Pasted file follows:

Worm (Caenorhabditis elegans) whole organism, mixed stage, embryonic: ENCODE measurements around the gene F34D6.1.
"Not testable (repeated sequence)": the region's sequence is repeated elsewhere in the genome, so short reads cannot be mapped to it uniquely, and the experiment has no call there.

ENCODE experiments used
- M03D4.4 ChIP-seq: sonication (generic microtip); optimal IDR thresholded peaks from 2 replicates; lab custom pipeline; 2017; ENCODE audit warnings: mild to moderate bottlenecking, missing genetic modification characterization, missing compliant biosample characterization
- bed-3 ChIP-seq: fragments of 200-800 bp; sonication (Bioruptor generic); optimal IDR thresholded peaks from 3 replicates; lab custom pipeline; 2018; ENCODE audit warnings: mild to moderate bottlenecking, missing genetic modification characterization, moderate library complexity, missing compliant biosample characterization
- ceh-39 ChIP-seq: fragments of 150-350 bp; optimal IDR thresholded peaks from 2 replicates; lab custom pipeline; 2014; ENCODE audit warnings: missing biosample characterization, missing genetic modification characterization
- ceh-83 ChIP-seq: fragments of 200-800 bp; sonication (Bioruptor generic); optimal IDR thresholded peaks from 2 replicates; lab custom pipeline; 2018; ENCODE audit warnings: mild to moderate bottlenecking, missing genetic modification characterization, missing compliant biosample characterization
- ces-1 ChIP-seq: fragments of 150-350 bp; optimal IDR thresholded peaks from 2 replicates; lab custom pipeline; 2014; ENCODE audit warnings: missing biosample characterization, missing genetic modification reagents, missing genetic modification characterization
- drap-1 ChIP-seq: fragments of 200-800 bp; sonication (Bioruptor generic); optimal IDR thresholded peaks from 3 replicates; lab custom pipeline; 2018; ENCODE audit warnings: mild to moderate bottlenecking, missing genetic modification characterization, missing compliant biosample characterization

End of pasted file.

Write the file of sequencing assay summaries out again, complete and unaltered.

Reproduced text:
Worm (Caenorhabditis elegans) whole organism, mixed stage, embryonic: ENCODE measurements around the gene F34D6.1.
"Not testable (repeated sequence)": the region's sequence is repeated elsewhere in the genome, so short reads cannot be mapped to it uniquely, and the experiment has no call there.

ENCODE experiments used
- M03D4.4 ChIP-seq: sonication (generic microtip); optimal IDR thresholded peaks from 2 replicates; lab custom pipeline; 2017; ENCODE audit warnings: mild to moderate bottlenecking, missing genetic modification characterization, missing compliant biosample characterization
- bed-3 ChIP-seq: fragments of 200-800 bp; sonication (Bioruptor generic); optimal IDR thresholded peaks from 3 replicates; lab custom pipeline; 2018; ENCODE audit warnings: mild to moderate bottlenecking, missing genetic modification characterization, moderate library complexity, missing compliant biosample characterization
- ceh-39 ChIP-seq: fragments of 150-350 bp; optimal IDR thresholded peaks from 2 replicates; lab custom pipeline; 2014; ENCODE audit warnings: missing biosample characterization, missing genetic modification characterization
- ceh-83 ChIP-seq: fragments of 200-800 bp; sonication (Bioruptor generic); optimal IDR thresholded peaks from 2 replicates; lab custom pipeline; 2018; ENCODE audit warnings: mild to moderate bottlenecking, missing genetic modification characterization, missing compliant biosample characterization
- ces-1 ChIP-seq: fragments of 150-350 bp; optimal IDR thresholded peaks from 2 replicates; lab custom pipeline; 2014; ENCODE audit warnings: missing biosample characterization, missing genetic modification reagents, missing genetic modification characterization
- drap-1 ChIP-seq: fragments of 200-800 bp; sonication (Bioruptor generic); optimal IDR thresholded peaks from 3 replicates; lab custom pipeline; 2018; ENCODE audit warnings: mild to moderate bottlenecking, missing genetic modification characterization, missing compliant biosample characterization